SpaceX's ridesharing business has passed a jaw-dropping milestone
The space-faring firm has been inviting consumers to sign up for its Uber-like ridesharing service.
SpaceX's ridesharing program, which enables satellite operators to hitch a ride on a rocket, has passed an impressive milestone.
On Wednesday, the space-faring firm announced via Twitter that over 100 spacecraft have signed up to use the service:
"More than 100 spacecraft have been signed up to fly on Falcon 9 since we launched the rideshare program. Small satellite operators can book their ride to orbit online"
The landmark, which comes fewer than seven days after its first ridesharing mission debuted, suggests the program has received a warm reception. SpaceX first announced the SmallSat Rideshare Program back in August 2019, as a way of sending up payloads on other missions rather than scheduling an entire mission just for one payload. Think of something like UberPool, where the firm groups together suitable passengers, and that gives a good approximation.
The news came the same day that Seattle-based Spaceflight Inc. announced a multi-flight ridesharing agreement with SpaceX. This will help Spaceflight's small satellite customers reach orbit, and it's expected to last until mid-2021. The pair previously partnered on the SpaceX SSO-A mission, which launched in March 2018 and sent up 64 satellites in a ridesharing arrangement.
Initiatives like SpaceX's new program help make the space industry more affordable and open it up to more participants. SpaceX, along with other private companies in the emergent new space race, has been working to reduce the costs associated with spaceflight. One of the most visible ways it has done this is by landing the booster of its Falcon 9 rockets after launches, estimated to save $46.5 million of the $62 million price tag associated with launches.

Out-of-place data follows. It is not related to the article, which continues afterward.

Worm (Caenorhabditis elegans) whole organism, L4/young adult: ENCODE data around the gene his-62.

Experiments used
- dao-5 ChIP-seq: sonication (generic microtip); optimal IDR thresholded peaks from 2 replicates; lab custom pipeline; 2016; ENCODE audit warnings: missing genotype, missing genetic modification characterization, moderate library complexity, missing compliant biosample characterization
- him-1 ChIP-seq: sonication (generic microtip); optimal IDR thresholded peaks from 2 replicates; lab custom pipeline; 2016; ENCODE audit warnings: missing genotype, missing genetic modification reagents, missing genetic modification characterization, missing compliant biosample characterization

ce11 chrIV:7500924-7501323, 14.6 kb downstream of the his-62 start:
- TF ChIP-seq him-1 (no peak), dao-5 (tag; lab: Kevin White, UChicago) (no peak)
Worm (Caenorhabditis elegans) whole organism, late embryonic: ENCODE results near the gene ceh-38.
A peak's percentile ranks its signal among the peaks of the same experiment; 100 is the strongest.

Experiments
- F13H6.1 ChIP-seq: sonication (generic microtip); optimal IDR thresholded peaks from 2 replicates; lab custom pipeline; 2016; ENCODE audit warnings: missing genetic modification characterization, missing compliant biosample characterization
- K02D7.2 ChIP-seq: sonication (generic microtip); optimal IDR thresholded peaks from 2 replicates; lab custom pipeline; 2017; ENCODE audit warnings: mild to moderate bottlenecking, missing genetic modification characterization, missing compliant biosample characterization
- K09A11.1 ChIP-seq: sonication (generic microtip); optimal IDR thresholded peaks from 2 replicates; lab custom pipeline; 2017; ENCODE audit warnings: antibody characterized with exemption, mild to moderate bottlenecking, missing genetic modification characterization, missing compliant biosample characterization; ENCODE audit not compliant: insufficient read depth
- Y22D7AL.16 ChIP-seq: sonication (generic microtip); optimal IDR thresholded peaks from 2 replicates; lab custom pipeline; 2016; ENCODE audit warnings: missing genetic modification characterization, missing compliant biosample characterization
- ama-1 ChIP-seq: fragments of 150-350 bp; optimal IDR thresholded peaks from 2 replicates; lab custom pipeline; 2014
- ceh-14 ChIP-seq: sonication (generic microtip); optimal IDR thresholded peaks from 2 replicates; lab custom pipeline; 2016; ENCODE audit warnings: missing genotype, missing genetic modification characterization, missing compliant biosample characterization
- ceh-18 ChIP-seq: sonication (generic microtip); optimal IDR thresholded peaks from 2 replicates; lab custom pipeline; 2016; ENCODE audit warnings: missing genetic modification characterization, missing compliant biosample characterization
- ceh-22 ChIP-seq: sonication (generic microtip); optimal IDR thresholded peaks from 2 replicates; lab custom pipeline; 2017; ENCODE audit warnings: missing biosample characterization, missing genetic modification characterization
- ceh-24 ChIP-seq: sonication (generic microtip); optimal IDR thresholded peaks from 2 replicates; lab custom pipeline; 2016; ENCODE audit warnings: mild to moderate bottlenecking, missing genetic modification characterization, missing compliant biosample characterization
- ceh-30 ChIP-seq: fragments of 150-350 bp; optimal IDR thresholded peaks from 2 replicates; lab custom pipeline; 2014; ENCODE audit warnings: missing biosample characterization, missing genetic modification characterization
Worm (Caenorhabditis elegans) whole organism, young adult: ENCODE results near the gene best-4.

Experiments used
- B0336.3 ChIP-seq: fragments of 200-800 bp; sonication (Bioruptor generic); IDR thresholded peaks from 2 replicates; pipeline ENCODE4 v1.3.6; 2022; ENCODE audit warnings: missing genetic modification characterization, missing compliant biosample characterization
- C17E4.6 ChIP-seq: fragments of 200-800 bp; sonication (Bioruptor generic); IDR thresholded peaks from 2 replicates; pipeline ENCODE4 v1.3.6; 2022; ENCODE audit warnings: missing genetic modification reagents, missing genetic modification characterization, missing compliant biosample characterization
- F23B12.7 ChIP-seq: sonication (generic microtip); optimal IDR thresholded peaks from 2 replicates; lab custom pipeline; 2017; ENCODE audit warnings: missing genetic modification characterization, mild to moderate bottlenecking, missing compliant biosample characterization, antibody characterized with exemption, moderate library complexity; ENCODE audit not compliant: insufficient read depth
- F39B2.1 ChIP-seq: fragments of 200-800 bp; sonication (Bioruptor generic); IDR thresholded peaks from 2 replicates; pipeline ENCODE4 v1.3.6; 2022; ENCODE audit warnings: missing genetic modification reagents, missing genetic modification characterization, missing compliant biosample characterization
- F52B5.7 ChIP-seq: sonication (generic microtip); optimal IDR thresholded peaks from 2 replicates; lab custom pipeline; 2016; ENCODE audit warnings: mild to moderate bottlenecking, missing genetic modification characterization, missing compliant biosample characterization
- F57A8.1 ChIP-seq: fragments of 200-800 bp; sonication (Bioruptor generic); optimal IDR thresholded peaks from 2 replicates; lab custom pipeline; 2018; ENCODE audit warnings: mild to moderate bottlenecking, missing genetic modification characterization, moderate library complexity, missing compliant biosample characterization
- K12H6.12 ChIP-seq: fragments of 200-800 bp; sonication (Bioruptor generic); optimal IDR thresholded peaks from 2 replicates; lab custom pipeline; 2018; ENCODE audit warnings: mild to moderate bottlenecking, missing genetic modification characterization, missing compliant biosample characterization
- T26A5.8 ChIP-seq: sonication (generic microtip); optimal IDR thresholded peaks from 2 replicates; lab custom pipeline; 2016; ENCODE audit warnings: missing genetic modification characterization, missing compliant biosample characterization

The rideshare program is another step toward cheaper flights. SpaceX charges $1 million to send up 200 kg (441 pounds) into a sun-synchronous orbit – an orbit that always faces the Earth at the same time as the sun. Every extra kilogram costs an extra $5,000. Users can also send up payloads to low-Earth orbit or polar orbit. The missions are expected to run frequently, with "frequent launches" to mid-inclination orbit and a mission every four months to sun-synchronous orbit.
SpaceX sent up its first mission as part of the new program on June 13. This mission was for the ninth batch of Starlink satellites, designed to support the emergent internet connectivity constellation with high speeds and low latencies. While the previous eight missions sent up 60 craft, this one only sent up 58. The satellites shared the Falcon 9 rocket with three satellites for San Francisco-based firm Planet.
The satellites on the first ridesharing mission give a glimpse at what people can do with these new capabilities. Planet sent up SkySats 16-18, observation satellites that are designed to support the first 15 that are in a sun-synchronous orbit. The three new craft will operate at a mid-inclination orbit of 53 degrees, adding more precise imagery to the mix.
The next ridesharing mission is currently scheduled for June 23. This will send up the 10th batch of Starlink satellites, returning to the regular number of 60. It will also send up two BlackSky earth observation satellites.
The Inverse analysis – SpaceX's ridesharing program has already attracted large amounts of interest, but it could offer even better value with the Starship. The vehicle, currently under development in Texas, is designed to send over 150 tons into space at a time. This week, a Twitter user called "Neopork85" showed what it would look like sending up four times as many Starlink satellites at once.
Getting an Uber-like ride from a Falcon 9 is cool, but it could pale in comparison to the sleek, stainless steel behemoth that's on the way.